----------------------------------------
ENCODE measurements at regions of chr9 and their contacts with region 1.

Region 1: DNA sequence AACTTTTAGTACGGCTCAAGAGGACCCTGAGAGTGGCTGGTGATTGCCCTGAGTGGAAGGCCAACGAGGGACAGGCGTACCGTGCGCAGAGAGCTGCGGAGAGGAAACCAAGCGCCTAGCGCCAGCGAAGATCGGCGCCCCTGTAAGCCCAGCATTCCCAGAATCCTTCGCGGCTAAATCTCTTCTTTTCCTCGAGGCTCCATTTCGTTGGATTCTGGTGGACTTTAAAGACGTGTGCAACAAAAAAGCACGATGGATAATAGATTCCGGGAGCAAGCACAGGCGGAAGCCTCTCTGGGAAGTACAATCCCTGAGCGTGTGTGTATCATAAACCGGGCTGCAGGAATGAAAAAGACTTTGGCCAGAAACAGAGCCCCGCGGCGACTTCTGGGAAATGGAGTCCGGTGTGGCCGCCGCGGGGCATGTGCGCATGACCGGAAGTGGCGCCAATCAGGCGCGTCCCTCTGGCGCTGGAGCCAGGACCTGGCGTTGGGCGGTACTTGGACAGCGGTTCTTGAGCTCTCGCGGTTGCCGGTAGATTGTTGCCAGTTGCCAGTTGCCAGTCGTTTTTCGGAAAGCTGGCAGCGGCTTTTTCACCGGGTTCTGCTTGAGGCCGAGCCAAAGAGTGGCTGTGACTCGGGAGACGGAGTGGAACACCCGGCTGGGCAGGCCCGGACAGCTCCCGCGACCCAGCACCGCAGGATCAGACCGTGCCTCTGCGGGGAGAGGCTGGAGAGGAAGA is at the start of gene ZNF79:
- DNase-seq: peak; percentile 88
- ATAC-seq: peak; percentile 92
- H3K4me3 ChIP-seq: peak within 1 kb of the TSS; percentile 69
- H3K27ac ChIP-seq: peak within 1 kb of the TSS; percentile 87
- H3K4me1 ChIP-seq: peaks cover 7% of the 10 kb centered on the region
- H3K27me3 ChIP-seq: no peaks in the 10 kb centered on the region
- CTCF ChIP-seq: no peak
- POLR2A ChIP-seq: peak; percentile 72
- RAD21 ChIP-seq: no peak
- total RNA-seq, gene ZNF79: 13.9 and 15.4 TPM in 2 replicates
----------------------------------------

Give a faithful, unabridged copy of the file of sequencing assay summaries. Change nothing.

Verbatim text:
ENCODE measurements at regions of chr9 and their contacts with region 1.

Region 1: DNA sequence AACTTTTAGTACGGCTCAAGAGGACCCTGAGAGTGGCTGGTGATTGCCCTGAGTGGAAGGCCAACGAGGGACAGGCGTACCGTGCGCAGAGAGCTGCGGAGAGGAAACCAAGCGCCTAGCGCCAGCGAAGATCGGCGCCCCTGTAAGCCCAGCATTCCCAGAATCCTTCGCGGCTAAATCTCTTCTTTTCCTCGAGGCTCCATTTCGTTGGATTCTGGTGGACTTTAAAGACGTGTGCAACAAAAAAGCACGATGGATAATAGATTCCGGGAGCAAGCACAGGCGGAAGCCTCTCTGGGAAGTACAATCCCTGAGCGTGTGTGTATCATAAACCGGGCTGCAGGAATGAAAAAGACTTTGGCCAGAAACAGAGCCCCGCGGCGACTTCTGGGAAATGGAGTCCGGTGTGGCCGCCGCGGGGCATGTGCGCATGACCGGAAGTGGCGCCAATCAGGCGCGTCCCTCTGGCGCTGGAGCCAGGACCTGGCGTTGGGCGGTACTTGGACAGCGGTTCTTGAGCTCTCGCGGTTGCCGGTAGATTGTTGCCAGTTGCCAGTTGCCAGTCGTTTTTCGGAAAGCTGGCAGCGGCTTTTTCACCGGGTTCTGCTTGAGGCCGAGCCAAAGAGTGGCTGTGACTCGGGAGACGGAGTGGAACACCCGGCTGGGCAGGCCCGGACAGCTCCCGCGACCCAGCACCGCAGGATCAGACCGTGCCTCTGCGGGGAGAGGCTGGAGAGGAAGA is at the start of gene ZNF79:
- DNase-seq: peak; percentile 88
- ATAC-seq: peak; percentile 92
- H3K4me3 ChIP-seq: peak within 1 kb of the TSS; percentile 69
- H3K27ac ChIP-seq: peak within 1 kb of the TSS; percentile 87
- H3K4me1 ChIP-seq: peaks cover 7% of the 10 kb centered on the region
- H3K27me3 ChIP-seq: no peaks in the 10 kb centered on the region
- CTCF ChIP-seq: no peak
- POLR2A ChIP-seq: peak; percentile 72
- RAD21 ChIP-seq: no peak
- total RNA-seq, gene ZNF79: 13.9 and 15.4 TPM in 2 replicates